Keratoconus is an eye disease that causes the cornea, the clear dome-shaped front surface of the eye, to become misshapen and bulge. This progressive disease usually occurs in both eyes and affects approximately 50-200 in every 100,000 individuals.
People who have keratoconus often experience problems like blurred vision, distorted vision, night blindness and sensitivity to light. Clear vision correction for keratoconus can be challenging to achieve because the irregular corneal shape makes it difficult or impossible for standard eyeglasses or contact lenses to provide you with sharp vision.
Thankfully, there are ways for people with keratoconus to achieve clear and comfortable vision, something we explore below, along with several other key points about keratoconus.
1. Everyone has different risk factors for developing keratoconus
Some risk factors for developing keratoconus include:
- Hereditary predisposition
- Eye rubbing
- Other medical conditions like Down syndrome, allergic dermatitis and connective tissue disorders
- Eye inflammation
2. Keratoconus can develop at any age
Although most cases of keratoconus are first diagnosed in adolescence or young adulthood, it can appear during any stage of life. That’s why regular eye exams are crucial, even if your vision seems clear and your eyes appear to be healthy.
3. Early diagnosis is key
This rings true for almost every eye disease, especially keratoconus. Catching it early in its tracks can allow the eye doctor to implement various treatments to slow down its progression during the initial stages, when this condition tends to worsen more rapidly.
4. Keratoconus progresses at different rates throughout life
Keratoconus progression varies from person to person, and one person can experience varying degrees of progression in each eye. Some patients live with mild keratoconus their entire lives, while other patients develop severe keratoconus early on.
Often, optometrists will recommend that patients undergo certain procedures to strengthen the cornea and prevent or slow down further progression.
5. Keratoconus can be treated with surgery or scleral contact lenses
Corneal cross-linking surgery is an effective option to provide enhanced strength to the cornea and is the only FDA-approved method of stopping or slowing keratoconus progression. However, if the condition develops into severe keratoconus, a corneal transplant may be the best option for treating the condition and restoring clear vision.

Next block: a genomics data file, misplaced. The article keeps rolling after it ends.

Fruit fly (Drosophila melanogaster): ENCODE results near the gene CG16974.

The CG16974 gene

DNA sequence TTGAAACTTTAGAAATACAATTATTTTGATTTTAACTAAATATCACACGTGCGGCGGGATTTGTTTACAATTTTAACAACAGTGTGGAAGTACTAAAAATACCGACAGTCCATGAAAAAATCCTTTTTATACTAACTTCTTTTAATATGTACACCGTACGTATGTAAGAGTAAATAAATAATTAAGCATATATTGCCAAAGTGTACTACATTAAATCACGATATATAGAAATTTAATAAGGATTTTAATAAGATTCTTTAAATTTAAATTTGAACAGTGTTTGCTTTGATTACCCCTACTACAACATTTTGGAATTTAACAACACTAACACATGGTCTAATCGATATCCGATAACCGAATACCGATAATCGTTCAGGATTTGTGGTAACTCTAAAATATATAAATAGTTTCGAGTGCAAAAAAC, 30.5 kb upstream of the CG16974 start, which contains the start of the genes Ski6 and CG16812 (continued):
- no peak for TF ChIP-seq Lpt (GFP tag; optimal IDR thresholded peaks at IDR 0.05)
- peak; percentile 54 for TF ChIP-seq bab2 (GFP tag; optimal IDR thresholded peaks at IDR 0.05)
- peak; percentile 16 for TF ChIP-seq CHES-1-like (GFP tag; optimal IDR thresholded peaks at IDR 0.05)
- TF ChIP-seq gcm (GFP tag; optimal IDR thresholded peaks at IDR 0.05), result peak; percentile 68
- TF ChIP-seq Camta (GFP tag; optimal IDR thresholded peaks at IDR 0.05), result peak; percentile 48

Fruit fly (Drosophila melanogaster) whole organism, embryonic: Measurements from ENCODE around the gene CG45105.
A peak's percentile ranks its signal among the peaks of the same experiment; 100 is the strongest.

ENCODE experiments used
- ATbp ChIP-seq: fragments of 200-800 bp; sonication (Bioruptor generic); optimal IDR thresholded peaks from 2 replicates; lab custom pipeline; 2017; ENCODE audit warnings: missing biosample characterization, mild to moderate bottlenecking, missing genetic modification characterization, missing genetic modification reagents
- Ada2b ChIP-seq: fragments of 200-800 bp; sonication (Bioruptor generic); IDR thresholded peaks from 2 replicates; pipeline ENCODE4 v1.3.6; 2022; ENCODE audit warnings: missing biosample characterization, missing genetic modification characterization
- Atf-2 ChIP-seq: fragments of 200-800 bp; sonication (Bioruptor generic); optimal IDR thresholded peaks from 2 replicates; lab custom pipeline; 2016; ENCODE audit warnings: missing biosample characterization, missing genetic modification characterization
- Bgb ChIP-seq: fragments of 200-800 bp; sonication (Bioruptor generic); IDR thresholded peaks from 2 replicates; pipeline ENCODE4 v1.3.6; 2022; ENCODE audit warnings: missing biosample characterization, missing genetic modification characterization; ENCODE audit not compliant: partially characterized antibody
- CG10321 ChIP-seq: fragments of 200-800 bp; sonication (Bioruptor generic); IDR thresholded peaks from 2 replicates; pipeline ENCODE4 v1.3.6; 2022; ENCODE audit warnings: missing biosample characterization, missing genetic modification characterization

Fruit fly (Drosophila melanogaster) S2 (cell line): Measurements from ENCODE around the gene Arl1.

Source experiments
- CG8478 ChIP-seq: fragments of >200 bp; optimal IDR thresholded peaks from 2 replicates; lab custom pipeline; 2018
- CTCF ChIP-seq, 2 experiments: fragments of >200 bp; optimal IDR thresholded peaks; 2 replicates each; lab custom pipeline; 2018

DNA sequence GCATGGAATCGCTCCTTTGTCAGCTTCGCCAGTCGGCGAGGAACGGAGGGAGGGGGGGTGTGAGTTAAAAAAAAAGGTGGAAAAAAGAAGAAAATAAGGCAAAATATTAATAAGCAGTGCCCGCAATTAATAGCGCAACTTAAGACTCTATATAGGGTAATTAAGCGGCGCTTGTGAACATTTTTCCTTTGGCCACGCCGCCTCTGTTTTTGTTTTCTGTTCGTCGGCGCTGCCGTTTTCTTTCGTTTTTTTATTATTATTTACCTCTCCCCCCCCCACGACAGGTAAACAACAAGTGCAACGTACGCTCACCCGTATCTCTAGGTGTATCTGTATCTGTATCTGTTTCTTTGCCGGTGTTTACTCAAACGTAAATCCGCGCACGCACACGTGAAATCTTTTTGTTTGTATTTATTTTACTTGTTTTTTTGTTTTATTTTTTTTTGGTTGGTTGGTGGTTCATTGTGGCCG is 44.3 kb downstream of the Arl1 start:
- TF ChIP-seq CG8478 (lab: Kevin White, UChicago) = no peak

Scleral contact lenses offer another option to surgery. They are ideal for patients with early or moderate levels of keratoconus because they safely and effectively correct vision without irritating the misshapen cornea. In fact, studies have shown that patients with keratoconus who wear scleral contact lenses greatly reduce their risk of needing keratoplasty (corneal transplant surgery).
The large diameter of scleral contact lenses allows them to vault over the sensitive corneal tissue and then also coat the cornea in a nourishing reservoir of fluid for optimal comfort and visual clarity. Because eye rubbing and corneal irritation are significant risk factors for the progression of keratoconus, the protective qualities of scleral lenses can help to minimize keratoconus progression.
6. You can live a normal life with keratoconus
With the proper care and treatment from your optometrist, keratoconus shouldn’t stop you from living your life to the fullest. Although it can be discouraging to experience vision problems that can’t be resolved with standard lenses or glasses, know that there are other options available.
At Dr. Alan Schlussel Scleral Lens and Keratoconus Center, we help patients with keratoconus and other corneal abnormalities achieve crisp and comfortable vision using scleral contact lenses and other specialty lenses.
Our practice provides scleral lenses to patients from West Orange, Verona, Newark, and Essex County, New Jersey and surrounding communities.
- A: Scleral contact lenses are ideal for patients with any of the following conditions: corneal abnormalities, severe dry eye syndrome, post-LASIK or corneal transplant, eye allergies, high refractive error or corneal trauma. Speak with your optometrist to find out if scleral lenses are right for you.
- A: No. If you are interested in scleral contact lenses, be sure to choose an optometric practice that has years of experience fitting specialty lenses. At Dr. Alan Schlussel Scleral Lens and Keratoconus Center, we have the knowledge, skill and experience necessary to provide you with the best lenses for your eyes. Call us to learn more or schedule your scleral lens fitting.